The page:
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Bo Xilai Gets Revolutionary

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China Power

Bo Xilai Gets Revolutionary

Bo Xilai defends his crackdown on triads in Chongqing, quoting Marx and Mao to boot.

I talked a couple of weeks back about Chongqing Communist Party boss Bo Xilai, and how his crackdown on crime and graft had prompted some criticism for being heavy-handed, not least from the group ‘Chinese Human Rights Defenders’, which suggested  a number of suspects caught up in the crackdown had effectively been tortured.

Well, Bo last week defended the tactics employed against triads in the area and dismissed criticism as showing off and ‘spilling things (to smear the crackdown) from time to time.’

According to the South China Morning Post, Bo made the comments in response to questions posed during a meeting with high school students from around the country.

Bo is quoted as saying:

‘Some people praised our triad crackdown as bold and strategic, but our strategy is actually one of “not having a strategy”…We just charge ahead, handle the cases according to law, do whatever we should…and not be swayed by what other people say in our determination to convict these criminals.’

The article suggests that the rigorous defence, and Bo’s decision to later conclude his comments with revolutionary references to Mao Zedong and Karl Marx on the joy of struggle, indicate that Bo is determined to defend both the project and his political capital.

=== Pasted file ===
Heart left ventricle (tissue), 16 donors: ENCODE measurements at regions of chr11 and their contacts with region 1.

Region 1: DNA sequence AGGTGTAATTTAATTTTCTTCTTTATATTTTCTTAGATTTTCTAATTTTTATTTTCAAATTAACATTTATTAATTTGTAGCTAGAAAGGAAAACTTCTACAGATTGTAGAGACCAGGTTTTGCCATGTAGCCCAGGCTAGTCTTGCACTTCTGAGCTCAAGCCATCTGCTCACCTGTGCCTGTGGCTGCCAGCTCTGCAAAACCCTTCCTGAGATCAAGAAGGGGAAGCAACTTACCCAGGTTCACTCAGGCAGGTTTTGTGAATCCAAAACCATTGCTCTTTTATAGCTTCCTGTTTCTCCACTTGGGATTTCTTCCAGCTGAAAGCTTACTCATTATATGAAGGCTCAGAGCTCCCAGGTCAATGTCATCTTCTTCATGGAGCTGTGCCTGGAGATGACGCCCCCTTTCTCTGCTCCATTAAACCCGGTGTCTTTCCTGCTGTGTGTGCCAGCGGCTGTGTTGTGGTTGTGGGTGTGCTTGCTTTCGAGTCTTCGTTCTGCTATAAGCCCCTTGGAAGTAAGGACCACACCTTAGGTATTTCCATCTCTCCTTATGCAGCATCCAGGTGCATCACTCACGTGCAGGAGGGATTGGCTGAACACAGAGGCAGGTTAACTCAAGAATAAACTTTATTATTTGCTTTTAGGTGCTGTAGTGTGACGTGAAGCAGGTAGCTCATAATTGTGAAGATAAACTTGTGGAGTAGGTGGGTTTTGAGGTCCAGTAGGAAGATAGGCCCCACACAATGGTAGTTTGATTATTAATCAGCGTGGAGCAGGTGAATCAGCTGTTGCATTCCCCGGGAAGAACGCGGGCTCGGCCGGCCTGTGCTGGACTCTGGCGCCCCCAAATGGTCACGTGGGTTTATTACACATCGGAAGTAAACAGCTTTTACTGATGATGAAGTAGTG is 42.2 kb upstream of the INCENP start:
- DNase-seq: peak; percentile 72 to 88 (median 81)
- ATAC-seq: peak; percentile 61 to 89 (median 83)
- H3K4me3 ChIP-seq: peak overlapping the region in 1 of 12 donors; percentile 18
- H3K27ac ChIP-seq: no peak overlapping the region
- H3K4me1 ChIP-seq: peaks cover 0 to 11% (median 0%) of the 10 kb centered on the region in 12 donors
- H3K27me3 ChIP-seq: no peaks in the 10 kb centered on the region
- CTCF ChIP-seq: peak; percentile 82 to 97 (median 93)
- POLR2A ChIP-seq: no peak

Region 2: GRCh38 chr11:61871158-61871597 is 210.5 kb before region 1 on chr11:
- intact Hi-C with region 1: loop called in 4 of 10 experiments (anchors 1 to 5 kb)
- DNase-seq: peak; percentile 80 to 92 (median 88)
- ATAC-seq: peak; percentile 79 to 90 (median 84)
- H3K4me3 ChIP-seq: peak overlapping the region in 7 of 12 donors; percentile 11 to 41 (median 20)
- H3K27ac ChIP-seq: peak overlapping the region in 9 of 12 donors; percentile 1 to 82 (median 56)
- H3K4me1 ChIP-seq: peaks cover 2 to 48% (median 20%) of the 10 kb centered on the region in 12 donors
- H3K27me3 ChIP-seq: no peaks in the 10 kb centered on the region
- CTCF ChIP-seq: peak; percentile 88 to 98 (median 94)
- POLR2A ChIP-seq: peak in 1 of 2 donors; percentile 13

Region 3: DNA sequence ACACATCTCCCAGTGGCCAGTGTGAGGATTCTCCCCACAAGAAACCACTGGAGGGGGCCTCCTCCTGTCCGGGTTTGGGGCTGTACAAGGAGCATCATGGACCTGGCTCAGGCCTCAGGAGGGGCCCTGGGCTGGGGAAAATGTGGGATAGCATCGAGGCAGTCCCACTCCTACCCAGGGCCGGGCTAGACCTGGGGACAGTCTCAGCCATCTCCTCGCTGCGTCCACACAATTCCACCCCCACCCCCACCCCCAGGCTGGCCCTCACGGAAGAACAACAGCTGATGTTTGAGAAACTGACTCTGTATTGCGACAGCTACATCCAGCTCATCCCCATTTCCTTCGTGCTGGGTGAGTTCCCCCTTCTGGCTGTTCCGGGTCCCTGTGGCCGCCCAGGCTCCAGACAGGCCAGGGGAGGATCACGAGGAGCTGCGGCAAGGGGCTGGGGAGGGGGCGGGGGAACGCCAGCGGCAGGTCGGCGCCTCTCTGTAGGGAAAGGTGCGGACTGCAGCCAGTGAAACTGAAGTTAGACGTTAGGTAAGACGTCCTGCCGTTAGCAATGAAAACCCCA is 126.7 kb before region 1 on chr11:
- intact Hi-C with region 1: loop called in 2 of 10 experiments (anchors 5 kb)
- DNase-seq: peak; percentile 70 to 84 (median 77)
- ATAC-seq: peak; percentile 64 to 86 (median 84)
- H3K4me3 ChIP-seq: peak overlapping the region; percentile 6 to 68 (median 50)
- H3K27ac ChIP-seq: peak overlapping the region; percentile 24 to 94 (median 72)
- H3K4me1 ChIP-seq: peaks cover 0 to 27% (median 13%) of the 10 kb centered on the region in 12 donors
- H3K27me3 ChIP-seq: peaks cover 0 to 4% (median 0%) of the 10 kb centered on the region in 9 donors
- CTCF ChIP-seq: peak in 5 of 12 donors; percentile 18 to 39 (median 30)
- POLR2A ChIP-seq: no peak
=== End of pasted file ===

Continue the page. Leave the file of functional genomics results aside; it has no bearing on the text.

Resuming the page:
But as one analyst noted, Bo’s rhetoric appears to have shifted from legal procedures to a win-at-all-costs approach that fails to even pay lip service to respecting the law.

Meanwhile, an interesting piece today in Open Democracy by Chatham House’s Kerry Brown suggests that Bo may already at least have the advantage of standing out in a crop of future leaders that’s generally otherwise lacking ‘charisma, communication skills and an aptitude for public engagement.’

Brown says that Bo is one of only two members of the full Politburo (along with Li Yuanchao, secretary of the CPC Jiangsu Provincial Committee and chairman of the Standing Committee of the Jiangsu Provincial People's Congress) who are fluent in English.

Writing with Loh Su-hsing, Brown argues that this insularism (none of the 62 provincial heads has received an academic degree outside China) could pose real problems for a future leadership in a country where ‘the international demands…are becoming more pressing and multifaceted, the aspirations of the population higher and (in line with its changing profile) diverse. The Communist Party too, whose survival over the two post-cold-war decades reflects its adaptability as well as tenacity, must evolve correspondingly.’

Will Bo bring some of the same zeal for reform to his next political post as he is exhibiting on getting there?